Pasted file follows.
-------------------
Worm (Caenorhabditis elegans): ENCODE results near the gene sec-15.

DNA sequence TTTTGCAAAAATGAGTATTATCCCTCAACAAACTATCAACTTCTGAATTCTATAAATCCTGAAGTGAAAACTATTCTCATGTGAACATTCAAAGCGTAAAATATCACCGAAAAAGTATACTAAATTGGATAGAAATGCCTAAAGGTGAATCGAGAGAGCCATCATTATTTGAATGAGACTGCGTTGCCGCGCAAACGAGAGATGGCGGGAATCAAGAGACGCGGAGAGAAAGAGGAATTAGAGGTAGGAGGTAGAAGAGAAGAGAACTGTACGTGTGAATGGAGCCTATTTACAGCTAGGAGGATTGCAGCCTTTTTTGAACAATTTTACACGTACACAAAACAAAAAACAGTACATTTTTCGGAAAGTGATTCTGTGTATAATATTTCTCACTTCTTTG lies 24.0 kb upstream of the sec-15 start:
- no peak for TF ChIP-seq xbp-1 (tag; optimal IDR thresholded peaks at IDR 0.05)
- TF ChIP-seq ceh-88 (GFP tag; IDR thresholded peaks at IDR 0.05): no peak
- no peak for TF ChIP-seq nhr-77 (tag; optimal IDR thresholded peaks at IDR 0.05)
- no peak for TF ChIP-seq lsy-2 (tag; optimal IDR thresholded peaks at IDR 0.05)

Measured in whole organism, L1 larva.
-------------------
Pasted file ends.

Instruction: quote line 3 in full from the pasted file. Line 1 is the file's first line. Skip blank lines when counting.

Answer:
- no peak for TF ChIP-seq xbp-1 (tag; optimal IDR thresholded peaks at IDR 0.05)